Sightseeing without visiting Berlin's famous Museum Island and the legendary Brandenburg Gate: A tour provides tourists with a unique viewpoint - that of the homeless.
Traffic noise, the subway rattles through the city, cars honk here and there. It's a hustle and bustle at the Nollendorfplatz in Berlin's Schöneberg district. The square is an important traffic hub and also rich in history. On your everyday guided tour you'd probably learn that it was designed by landscape architect Josef Lenné and named after a battlefield.
But that's not something tour guide Carsten Voss would mention. The "sights" he points to are park benches, bottle redemption machines and a grocery store that's open 24/7. Voss describes the city from the homeless' perspective. He himself used to live on the streets, but he has slowly started to return to a regular life.
Up to 4,000 homeless in Berlin
According to estimates, there are up to 4,000 homeless people in Berlin. Some can be easily spotted. But with many others, there's no way of telling they live on the streets, because they don't fulfill the stereotype of a shabby hobo. Most citizens or tourists don't even notice, or they don't pay attention to them.
That was one reason for Berlin-based Sally Ollech and Katharina Kühn to initiate the project "Querstadtein." Just like in cities like Copenhagen or London, Berlin now offers city tours focusing on the homeless. The idea is to help overcome prejudices and reservations.
Carsten Voss (center) points visitors to another side of Berlin: It's the perspective of homeless people
Guide Voss has played a crucial role in developing the tour. He mostly tours Schöneberg, a district that's not very hip but very open-minded. It's where many homeless people gather. Not that long ago, Voss was one of them.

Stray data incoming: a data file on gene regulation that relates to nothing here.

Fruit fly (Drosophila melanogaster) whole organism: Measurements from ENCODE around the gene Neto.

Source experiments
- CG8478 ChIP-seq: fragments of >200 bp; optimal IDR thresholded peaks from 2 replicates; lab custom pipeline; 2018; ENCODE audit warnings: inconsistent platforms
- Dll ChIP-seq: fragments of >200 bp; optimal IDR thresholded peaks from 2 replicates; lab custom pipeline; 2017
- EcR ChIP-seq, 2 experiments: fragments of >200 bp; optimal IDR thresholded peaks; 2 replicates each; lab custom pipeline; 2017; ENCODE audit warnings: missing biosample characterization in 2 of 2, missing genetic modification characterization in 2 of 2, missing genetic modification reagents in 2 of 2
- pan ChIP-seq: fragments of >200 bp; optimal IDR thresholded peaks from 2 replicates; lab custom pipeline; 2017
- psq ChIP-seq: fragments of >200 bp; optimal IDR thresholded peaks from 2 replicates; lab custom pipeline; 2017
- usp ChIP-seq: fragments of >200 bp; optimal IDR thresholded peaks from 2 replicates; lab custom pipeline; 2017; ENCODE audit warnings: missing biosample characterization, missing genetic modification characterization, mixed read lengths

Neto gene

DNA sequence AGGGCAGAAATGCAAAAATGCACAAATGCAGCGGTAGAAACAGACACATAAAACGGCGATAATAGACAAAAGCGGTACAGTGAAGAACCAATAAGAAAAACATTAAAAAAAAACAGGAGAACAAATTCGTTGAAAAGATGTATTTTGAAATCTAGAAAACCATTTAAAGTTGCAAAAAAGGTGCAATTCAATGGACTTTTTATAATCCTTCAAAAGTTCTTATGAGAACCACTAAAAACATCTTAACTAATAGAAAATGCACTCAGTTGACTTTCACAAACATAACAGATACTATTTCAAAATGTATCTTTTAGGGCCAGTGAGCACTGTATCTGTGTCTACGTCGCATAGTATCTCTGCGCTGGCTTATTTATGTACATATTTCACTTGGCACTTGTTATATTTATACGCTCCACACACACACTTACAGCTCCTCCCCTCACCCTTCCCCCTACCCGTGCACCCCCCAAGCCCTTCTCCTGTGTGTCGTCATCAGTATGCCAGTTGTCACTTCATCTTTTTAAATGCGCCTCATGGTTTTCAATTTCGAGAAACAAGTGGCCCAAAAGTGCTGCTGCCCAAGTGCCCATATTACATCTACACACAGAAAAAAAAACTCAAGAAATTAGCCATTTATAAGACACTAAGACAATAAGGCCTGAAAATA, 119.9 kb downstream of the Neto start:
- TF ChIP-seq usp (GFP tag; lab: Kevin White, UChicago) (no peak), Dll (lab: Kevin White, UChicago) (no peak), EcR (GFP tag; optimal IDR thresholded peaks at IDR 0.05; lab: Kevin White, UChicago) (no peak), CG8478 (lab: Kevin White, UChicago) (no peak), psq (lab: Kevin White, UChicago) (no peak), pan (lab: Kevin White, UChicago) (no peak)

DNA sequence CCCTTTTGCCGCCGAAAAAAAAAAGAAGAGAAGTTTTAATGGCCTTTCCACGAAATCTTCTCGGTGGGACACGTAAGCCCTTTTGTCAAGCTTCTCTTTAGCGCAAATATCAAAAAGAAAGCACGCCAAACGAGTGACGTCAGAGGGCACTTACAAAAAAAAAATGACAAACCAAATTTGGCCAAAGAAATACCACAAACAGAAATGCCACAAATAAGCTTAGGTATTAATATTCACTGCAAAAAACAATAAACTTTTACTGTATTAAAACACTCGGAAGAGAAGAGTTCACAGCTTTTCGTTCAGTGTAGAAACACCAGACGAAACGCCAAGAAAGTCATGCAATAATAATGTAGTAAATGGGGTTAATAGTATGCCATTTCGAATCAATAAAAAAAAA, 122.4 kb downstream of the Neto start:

While touring the city, the 54-year-old tells his story: He used to work as a fashion event manager in Berlin, until stress got the best of him. "It was a typical burn-out situation," he said, adding that he made many mistakes during that time. He withdrew himself from everything, "I didn't want to listen; I didn't want to see anyone; I didn't react to anything anymore."
That's when he ended up in a psychiatric ward. His unemployment compensation expired, and he didn't want to be on social welfare. When he ran out of money, he ended up in the streets. That was some two years ago. Now, he has an apartment and volunteers at a shelter. Soon he is going to start a training course on how to raise funds for social causes.
Where to keep warm
Some of his tour spots are also mentioned in guide books: Bahnhof Zoo, for instance, or the Protestant Kaiser Wilhelm Memorial Church. But with Voss, these sights get a different meaning: At Bahnhof Zoo, he points to a grocery store that's open on Sundays which is unusual for Germany - it's where the homeless line up to redeem their empty bottles they have collected on the streets. And it's not the church that's the main attraction for them, but the shopping centers nearby where they can keep warm at night and during winter time.
Homeless flock to grocery stores because they are able to get cash for the bottles they have collected
Other important places are shelters where they can turn to during the day. It's where they can shower, eat, wash their clothes, use telephones, the Internet, newspapers, books and lockers. They can also get advice if there are problems with the authorities.
Voss only talks about those shelters, but he doesn't take visitors there. He doesn't want to display people's misery.
Homeless increasingly turn to Berlin
Social help for homeless people is quite good in Berlin, Voss said. That's one reason why many homeless turn to Berlin. "There's a prevailing mood in the city with a positive stance towards its homeless - 'Every man must go to heaven in his own way.'" That's part of Berlin's way of life, he added, but he also says he doesn't want to glorify it.
At the end of the tour, Voss takes up the founders' idea to overcome reservations towards the homeless. Even though visitors know much more about their lives now, there's still the question of how to deal with them.
"Look them in the eye - don't look away," Voss said. "Just by looking at me, people were able to help. It's good to see that people notice you and don't just push you away." Voss asks for attentiveness. "It's an old-fashioned term, but it fits quite nicely."